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Risk of Patent Infringement Unprotected by the Hatch-Waxman Safe Harbor in Cell-Based Therapeutic Product Development

The advent of cell-based therapeutics, such as chimeric antigen receptor T-cells (“CAR-T cells”), as well as their development and manufacture, brings with it a level of complexity not previously seen in biologics and pharmaceuticals.  These products, as well as their development and manufacture, involve a large number of technologies, which are potentially covered by third party patents.  For instance, the development and manufacture of these products requires the use of multiple technologies, such as vectors to introduce functional elements, such as the CAR itself, into the cell, as well as gene editing to modify the cellular genome.  The result is that the scope of the freedom to operate analysis is greatly expanded.  Thus, assessing freedom to operate requires evaluation of the operation of the Hatch-Waxman Act’s safe harbor from patent infringement for use of a patented invention ‘‘solely for uses reasonably related to the development and submission of information to the [FDA]” set forth in 35 U.S.C. § 271(a) in the context of the expanded universe of potentially patented technologies in the development and manufacture of these products.  Indeed, the nature of these products and their development and manufacture raises issues and increased risks of infringement not normally seen and that arise at earlier times in development than in the contexts of small-molecule pharmaceuticals and even other types of biologics.  

Courts generally hold that the Hatch-Waxman safe harbor is not applicable to the use of research tools in drug development.  The seminal case on this issue is Proveris Scientific Corp. v. Innovasystems, Inc., 536 F.3d 1256 (Fed. Cir. 2008), in which the Federal Circuit held that the safe harbor does not apply to the manufacture and sale of optical spray machines used in the characterization of aerosol sprays in drug delivery devices that were only used in development of data for submission to the FDA because the spray machines themselves were not subject to FDA premarket approval.  Last year, a district court applied this reasoning in the context of complex biologics in Regenxbio Inc. v. Sarepta Therapeutics, Inc., No. 202-1226, 2022 U.S. Dist. LEXIS 1945 (D. Del. Jan. 4, 2022), to hold that use of patented cultured host cells to manufacture an adeno-associated virus gene therapy product in clinical development was not covered by the safe harbor because it was the gene therapy product that required FDA approval for marketing, not the cells used to make it. A minority of district courts have distinguished Proveris as involving making of research tool and sale of it by a third party to a party using it in drug development rather than the actual use of the research tool in drug development to find the latter within the harbor.  See Teva Pharms. USA, Inc. v. Sandoz Inc., No. 09-10112, 2013 U.S. Dist. LEXIS 99121 (S.D.N.Y. July 16, 2013). However, in rejecting this reasoning, cases such as Regenxbio reason that the Federal Circuit in Proveris did not make any distinction between accused infringers who used the patented product in drug development and those who sold the patented product to third parties that used it in development of drug, but rather focused on whether the patented and accused products were subject to FDA premarket approval and that the statute makes clear that the safe harbor applies to those who infringe by use as well as sale.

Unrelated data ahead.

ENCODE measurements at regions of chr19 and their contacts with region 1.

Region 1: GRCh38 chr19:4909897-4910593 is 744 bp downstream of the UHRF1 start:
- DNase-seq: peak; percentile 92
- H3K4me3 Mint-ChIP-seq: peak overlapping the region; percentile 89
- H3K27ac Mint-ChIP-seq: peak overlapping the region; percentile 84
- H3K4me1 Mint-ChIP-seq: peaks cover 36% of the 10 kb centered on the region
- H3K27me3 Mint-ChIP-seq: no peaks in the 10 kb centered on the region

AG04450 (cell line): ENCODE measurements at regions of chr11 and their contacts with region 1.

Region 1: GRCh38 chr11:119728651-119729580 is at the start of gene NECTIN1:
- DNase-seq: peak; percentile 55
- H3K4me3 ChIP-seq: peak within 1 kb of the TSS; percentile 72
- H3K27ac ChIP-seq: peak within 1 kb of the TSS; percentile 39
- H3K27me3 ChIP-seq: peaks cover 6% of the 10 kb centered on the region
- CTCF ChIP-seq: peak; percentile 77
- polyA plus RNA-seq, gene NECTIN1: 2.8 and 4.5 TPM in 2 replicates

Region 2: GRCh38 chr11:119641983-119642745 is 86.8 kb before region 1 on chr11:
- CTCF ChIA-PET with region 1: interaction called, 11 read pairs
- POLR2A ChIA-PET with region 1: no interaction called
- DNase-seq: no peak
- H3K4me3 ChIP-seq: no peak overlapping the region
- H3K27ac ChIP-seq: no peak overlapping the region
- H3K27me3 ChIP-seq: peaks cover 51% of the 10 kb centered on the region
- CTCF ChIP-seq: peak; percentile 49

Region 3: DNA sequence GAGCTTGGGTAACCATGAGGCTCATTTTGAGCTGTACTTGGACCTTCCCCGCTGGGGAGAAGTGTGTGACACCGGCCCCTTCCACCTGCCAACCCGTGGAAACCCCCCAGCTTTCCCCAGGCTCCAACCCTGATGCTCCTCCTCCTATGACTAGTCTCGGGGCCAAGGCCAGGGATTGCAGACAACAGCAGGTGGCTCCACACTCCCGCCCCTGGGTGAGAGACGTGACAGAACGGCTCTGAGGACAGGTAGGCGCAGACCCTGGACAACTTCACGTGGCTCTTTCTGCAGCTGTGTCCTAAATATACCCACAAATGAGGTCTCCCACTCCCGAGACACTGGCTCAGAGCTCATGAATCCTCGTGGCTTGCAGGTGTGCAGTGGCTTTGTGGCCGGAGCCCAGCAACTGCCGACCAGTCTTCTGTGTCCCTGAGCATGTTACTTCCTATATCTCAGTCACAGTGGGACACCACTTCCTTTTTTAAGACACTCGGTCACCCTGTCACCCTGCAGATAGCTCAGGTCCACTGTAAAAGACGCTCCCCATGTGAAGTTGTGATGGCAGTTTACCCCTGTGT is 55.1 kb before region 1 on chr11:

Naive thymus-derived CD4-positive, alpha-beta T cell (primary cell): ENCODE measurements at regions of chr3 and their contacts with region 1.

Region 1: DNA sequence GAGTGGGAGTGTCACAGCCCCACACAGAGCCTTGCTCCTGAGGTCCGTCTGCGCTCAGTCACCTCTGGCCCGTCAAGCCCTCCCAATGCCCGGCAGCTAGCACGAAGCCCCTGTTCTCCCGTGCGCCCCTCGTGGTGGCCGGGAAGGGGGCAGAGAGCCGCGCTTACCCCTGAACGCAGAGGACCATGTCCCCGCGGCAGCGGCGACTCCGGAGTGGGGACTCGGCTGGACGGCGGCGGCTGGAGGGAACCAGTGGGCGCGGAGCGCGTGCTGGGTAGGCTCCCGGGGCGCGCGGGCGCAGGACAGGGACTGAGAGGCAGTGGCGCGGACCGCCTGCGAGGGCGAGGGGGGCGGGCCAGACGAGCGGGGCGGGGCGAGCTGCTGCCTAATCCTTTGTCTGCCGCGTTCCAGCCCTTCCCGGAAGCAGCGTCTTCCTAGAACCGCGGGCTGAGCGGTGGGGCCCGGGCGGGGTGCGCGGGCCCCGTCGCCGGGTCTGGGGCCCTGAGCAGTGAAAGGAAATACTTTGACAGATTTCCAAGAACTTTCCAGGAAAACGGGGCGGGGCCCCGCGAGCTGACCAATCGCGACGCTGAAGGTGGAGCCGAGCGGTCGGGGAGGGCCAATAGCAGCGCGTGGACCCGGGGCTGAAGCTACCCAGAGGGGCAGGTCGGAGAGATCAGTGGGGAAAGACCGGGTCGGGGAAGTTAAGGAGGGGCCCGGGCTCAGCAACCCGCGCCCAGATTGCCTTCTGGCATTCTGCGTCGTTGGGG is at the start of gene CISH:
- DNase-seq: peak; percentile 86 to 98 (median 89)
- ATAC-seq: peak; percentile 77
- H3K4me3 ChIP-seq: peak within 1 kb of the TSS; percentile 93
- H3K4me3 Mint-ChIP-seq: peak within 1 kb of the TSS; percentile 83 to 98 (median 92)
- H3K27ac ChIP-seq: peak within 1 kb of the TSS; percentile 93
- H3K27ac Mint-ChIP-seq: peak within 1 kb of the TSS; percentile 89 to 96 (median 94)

The reasoning in Regenxbio in the context of cells used to make a recombinant viral gene therapy product appears equally applicable to vectors and gene editing technology used to make CAR-T cells during product development.  While CAR-T cell products are regulated as a gene therapy products under FDA’s existing framework for biological products and thus are themselves subject to FDA approval, the vectors and gene editing technologies used in development of such products are not separately subject to FDA approval. Thus, there is a very significant risk that the safe harbor would not apply to infringement of third party patents by the use of patented research tool technologies such as vectors and gene editing technologies in the development of CAR-T therapeutics.

Beyond the complicated and fact-specific analysis that surrounds application of the safe harbor to research tools used in development, it is beyond peradventure that it does not apply to the use of patent technology in commercial manufacture, such as the manufacture of commercial batches or batches stockpiles for commercial use prior to marketing approval.  Manufacture of commercial batches or batches stockpiled for commercial use not protected.  This is because the safe harbor applies to uses of patented inventions that are reasonably related to the development and submission of an application to the FDA for approval.  The manufacture of CAR-T cells and certain other cell-based therapeutics requires repeated use of patented technologies, such as vectors and gene editing tools, that are typically only used during development in the context of biologics and small molecule therapeutics.  For instance, the use of such technologies would be necessary to manufacture different batches of allogenic CAR-T cells, where manufacture of each batch requires genetic modification of and the use of vectors to introduce genetic elements into T-cells derived from a donor for use in multiple patients.  Likewise, preparation of autologous T-cells for an approved therapy, requires genetic modification of and the use of vectors to introduce genetic elements into the patient’s own T-cells.  Such commercial uses would undoubtedly fall outside the Hatch-Waxman safe harbor.    


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